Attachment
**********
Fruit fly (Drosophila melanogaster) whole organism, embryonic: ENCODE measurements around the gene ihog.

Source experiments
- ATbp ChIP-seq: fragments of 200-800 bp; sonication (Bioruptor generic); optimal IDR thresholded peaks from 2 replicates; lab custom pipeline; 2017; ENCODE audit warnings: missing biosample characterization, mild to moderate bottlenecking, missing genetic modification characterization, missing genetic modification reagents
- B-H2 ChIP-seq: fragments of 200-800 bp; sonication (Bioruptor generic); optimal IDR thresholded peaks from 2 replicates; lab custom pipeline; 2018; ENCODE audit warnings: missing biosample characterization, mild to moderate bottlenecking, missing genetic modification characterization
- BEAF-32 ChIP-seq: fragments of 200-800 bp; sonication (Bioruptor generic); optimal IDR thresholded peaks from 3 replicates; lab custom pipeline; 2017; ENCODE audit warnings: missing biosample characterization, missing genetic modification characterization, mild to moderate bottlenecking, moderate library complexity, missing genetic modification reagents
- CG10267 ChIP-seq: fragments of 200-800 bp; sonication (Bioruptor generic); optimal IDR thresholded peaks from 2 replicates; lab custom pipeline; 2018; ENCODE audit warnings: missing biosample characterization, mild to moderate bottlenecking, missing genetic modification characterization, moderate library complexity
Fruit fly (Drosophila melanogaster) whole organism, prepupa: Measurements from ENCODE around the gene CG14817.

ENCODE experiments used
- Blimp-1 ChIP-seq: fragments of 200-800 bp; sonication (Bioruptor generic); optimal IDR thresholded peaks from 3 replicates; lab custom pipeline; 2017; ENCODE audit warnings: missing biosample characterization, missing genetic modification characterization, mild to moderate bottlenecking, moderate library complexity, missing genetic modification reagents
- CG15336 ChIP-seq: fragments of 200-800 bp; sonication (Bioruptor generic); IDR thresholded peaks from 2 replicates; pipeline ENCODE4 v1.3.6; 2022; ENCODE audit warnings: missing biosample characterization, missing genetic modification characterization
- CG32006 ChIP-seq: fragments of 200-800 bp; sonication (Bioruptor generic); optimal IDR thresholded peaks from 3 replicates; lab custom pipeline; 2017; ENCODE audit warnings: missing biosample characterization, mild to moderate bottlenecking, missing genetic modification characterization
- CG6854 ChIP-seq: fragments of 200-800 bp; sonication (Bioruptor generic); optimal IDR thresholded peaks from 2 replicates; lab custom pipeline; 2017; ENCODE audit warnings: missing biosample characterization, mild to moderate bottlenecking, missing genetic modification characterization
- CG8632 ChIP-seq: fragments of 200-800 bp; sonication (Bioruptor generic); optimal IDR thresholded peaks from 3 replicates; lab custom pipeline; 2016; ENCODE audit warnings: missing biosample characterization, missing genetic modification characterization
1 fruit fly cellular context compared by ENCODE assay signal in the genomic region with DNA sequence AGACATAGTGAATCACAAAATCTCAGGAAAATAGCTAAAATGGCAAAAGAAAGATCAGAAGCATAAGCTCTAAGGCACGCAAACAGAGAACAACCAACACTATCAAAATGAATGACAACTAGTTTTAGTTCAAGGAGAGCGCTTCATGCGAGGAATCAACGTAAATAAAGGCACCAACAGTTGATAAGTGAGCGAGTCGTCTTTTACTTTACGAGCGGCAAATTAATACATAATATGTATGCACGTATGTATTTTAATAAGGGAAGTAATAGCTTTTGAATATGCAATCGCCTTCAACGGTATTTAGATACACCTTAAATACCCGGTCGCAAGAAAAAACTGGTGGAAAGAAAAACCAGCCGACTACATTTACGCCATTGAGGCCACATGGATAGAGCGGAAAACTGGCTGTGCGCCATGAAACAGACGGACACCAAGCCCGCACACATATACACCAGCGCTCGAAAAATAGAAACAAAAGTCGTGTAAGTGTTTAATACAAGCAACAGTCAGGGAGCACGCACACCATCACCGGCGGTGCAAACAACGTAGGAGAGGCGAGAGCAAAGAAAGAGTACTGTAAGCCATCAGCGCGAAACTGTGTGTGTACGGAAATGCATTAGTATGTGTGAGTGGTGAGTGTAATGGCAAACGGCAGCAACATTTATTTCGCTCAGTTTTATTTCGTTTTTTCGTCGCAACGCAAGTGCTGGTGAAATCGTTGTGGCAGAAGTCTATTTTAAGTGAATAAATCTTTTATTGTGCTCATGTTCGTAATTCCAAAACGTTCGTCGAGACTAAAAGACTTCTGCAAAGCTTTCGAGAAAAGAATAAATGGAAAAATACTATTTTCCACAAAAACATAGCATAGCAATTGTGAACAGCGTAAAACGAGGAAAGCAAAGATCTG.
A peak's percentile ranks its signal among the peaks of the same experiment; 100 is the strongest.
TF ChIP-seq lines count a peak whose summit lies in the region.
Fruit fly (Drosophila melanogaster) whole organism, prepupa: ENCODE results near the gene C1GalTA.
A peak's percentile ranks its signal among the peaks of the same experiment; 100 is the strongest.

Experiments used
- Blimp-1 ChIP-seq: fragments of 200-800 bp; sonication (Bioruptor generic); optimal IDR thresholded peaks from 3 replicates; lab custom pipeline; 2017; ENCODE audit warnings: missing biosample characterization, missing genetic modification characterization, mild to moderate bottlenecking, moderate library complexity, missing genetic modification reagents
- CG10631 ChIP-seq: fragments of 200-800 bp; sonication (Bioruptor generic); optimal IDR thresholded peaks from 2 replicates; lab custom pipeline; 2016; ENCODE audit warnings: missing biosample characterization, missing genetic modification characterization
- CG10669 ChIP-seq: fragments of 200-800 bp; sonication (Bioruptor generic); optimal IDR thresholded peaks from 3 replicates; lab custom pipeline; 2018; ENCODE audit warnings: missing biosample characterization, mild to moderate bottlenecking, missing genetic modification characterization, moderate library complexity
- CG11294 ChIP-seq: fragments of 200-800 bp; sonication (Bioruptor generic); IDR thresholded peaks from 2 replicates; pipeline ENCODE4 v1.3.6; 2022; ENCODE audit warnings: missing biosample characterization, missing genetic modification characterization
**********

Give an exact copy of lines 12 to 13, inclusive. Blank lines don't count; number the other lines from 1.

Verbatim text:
- CG6854 ChIP-seq: fragments of 200-800 bp; sonication (Bioruptor generic); optimal IDR thresholded peaks from 2 replicates; lab custom pipeline; 2017; ENCODE audit warnings: missing biosample characterization, mild to moderate bottlenecking, missing genetic modification characterization
- CG8632 ChIP-seq: fragments of 200-800 bp; sonication (Bioruptor generic); optimal IDR thresholded peaks from 3 replicates; lab custom pipeline; 2016; ENCODE audit warnings: missing biosample characterization, missing genetic modification characterization